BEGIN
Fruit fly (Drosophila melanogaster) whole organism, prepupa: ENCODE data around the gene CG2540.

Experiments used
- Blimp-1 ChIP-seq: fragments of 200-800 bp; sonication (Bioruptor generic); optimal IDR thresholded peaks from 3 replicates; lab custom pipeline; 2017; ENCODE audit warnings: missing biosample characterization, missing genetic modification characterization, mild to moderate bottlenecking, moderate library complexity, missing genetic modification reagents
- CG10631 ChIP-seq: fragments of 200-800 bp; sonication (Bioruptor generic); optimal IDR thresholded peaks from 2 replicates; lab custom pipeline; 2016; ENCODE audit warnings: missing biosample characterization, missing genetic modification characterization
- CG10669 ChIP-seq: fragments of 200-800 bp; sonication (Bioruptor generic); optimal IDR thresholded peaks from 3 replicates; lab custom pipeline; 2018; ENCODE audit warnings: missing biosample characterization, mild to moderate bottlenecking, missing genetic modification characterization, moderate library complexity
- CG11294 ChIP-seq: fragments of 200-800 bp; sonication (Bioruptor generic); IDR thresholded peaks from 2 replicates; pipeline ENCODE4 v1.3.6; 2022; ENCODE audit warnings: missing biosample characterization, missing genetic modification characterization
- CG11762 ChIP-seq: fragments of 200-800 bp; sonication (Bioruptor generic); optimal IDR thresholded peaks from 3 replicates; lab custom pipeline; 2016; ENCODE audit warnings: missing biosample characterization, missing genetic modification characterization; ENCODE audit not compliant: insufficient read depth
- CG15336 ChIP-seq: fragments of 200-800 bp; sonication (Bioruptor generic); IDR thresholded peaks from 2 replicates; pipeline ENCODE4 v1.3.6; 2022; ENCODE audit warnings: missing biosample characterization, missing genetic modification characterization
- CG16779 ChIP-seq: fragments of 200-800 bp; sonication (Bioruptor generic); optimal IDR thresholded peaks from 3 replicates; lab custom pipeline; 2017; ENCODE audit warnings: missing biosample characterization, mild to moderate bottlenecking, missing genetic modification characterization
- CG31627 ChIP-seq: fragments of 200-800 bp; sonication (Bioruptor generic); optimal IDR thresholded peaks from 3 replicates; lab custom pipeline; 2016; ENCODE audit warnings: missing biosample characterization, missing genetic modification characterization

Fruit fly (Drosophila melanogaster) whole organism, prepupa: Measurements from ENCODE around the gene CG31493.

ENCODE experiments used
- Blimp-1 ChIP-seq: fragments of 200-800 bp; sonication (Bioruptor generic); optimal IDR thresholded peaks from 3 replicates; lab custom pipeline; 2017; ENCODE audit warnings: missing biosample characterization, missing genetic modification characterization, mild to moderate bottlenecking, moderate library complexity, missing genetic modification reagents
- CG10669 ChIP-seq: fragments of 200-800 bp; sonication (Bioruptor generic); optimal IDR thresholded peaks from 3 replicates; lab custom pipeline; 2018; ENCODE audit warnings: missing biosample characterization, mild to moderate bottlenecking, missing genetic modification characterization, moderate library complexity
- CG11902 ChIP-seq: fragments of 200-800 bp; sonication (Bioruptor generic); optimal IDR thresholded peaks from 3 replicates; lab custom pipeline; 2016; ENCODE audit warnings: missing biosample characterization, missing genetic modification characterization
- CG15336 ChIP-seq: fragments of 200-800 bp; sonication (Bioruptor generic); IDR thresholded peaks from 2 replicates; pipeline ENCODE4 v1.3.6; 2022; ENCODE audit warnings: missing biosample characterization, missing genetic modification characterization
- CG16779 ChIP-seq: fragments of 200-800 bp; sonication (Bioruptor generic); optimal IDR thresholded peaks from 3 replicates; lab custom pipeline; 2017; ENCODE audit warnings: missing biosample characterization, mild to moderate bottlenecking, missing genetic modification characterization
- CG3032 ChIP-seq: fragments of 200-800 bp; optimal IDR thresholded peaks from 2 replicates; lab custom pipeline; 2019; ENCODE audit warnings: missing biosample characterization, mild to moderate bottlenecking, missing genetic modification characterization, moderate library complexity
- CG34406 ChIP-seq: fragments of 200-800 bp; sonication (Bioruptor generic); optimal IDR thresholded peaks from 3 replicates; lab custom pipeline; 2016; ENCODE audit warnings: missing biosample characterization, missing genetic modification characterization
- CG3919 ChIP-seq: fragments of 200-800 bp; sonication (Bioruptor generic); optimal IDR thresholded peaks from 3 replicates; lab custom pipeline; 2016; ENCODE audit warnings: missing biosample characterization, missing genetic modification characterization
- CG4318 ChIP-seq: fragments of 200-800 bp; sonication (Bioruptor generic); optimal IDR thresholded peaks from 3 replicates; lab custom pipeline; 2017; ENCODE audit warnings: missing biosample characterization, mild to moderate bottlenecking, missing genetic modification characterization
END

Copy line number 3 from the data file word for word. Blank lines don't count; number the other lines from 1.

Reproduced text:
- Blimp-1 ChIP-seq: fragments of 200-800 bp; sonication (Bioruptor generic); optimal IDR thresholded peaks from 3 replicates; lab custom pipeline; 2017; ENCODE audit warnings: missing biosample characterization, missing genetic modification characterization, mild to moderate bottlenecking, moderate library complexity, missing genetic modification reagents